Well, we’ve finally made it to the end of the Michaelmas Term, and now exams are over, and we’ve even had some snow, things are definitely feeling festive. Here in the office, we’ve taken a break from planning the 2018 Summer School - you really don’t feel like that when it’s -5 degrees outside, anyway – and have been planning the Student Christmas get-together instead: much more fun!
Ever since Charles Dickens wrote A Christmas Carol the English have been obsessed with Christmas; even with global warming we’re still convinced that we should have snow on 25 December, and even though obesity is becoming a national issue, we insist on consuming our own body-weight in frankly strange and food and drink that we wouldn’t dream of eating at any other time. For those of you who don’t generally celebrate an English Christmas, or who might be considering giving it a try this year, here are some of the traditional goodies to look out for (or avoid!):
Christmas pudding: a heavy mix of dried fruits (raisins, currants, sultanas etc) suet (which is grated beef fat – yum!) flour, sugar, brandy, eggs all mashed up, piled into a cloth, tied up and boiled for hours to produce an object which resembles a bowling ball. On the Big Day, when we’ve already eaten mountains of turkey and all the trimmings, we do the only logical thing with this delicacy – we stick a sprig of holly in the top, pour alcohol over it and set it alight. With luck we manage to do this without setting fire to the house, or Grandma……
Mince Pies: First make your mincemeat: it’s the mixture as above, put into jars (like jam), but don’t cook it. Use to fill small pastry cases (do cook!) and serve alongside Christmas Pudding. Useful if you did actually destroy the pudding when lighting it. And don’t worry, there’s been no actual meat in mincemeat since the 1850s.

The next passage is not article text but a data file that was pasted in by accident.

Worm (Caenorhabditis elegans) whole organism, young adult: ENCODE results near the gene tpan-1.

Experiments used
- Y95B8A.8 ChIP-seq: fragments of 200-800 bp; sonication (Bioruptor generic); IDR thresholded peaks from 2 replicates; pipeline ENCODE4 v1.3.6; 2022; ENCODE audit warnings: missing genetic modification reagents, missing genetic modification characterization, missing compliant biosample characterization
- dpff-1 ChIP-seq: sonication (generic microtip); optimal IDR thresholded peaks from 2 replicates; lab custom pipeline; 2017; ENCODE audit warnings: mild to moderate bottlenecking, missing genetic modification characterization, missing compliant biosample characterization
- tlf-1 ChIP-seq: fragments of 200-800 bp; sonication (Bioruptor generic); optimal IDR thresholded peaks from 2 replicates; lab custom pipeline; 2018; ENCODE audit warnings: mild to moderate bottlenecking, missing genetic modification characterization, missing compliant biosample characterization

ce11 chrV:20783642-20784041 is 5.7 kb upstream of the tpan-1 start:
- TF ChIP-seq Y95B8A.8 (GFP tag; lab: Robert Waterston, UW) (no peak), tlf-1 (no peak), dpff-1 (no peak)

Christmas cake: As above, minus suet, plus butter. Bake, don’t boil. Cover with marzipan (almond paste) and coat with Royal Icing. This rock-hard sugar coating was presumably invented by dentists…. Christmas Cake is eaten at tea-time (around 5pm) just in case you’re still feeling hungry after your meagre Christmas Dinner!
By the way, all the above should be made no later than September and stored until Christmas. The flavour should improve - and in any case, with modern antibiotics, food poisoning isn’t the issue it used to be….
Anyone still capable of movement after all this food will be expected to pull Christmas Crackers: these are small explosive devices (banned on planes, and sold only to over-18s, though used by anyone over the age of 4) containing a paper hat, a small piece of unidentifiable plastic (sorry, a gift), usually all the way from China, and most importantly…. A JOKE. Appreciating these jokes depends on a) understanding the famous British Sense of Humour and b) having imbibed enough of the Christmas Spirit. Here are a selection, starting with one especially for students of English:
Q: What do you call Santa’s Little Helpers? A: Subordinate Clauses.
Two snowmen standing in a field. One said to the other: ‘Can you smell carrots?’
Q: Why didn’t the skeleton go to the Christmas Party? A: He had no body to go with.
And if you don’t understand them, I won’t be explaining them. I’ve tried that before, at many Christmas parties, and I know from bitter experience that it just doesn’t work!
Anyway, that brings me back neatly to the ABC Student Christmas do, which was a great success and enjoyed by everyone – a lovely way to round off a very happy and successful term.
Merry Christmas to all our friends, and a very happy and peaceful New Year.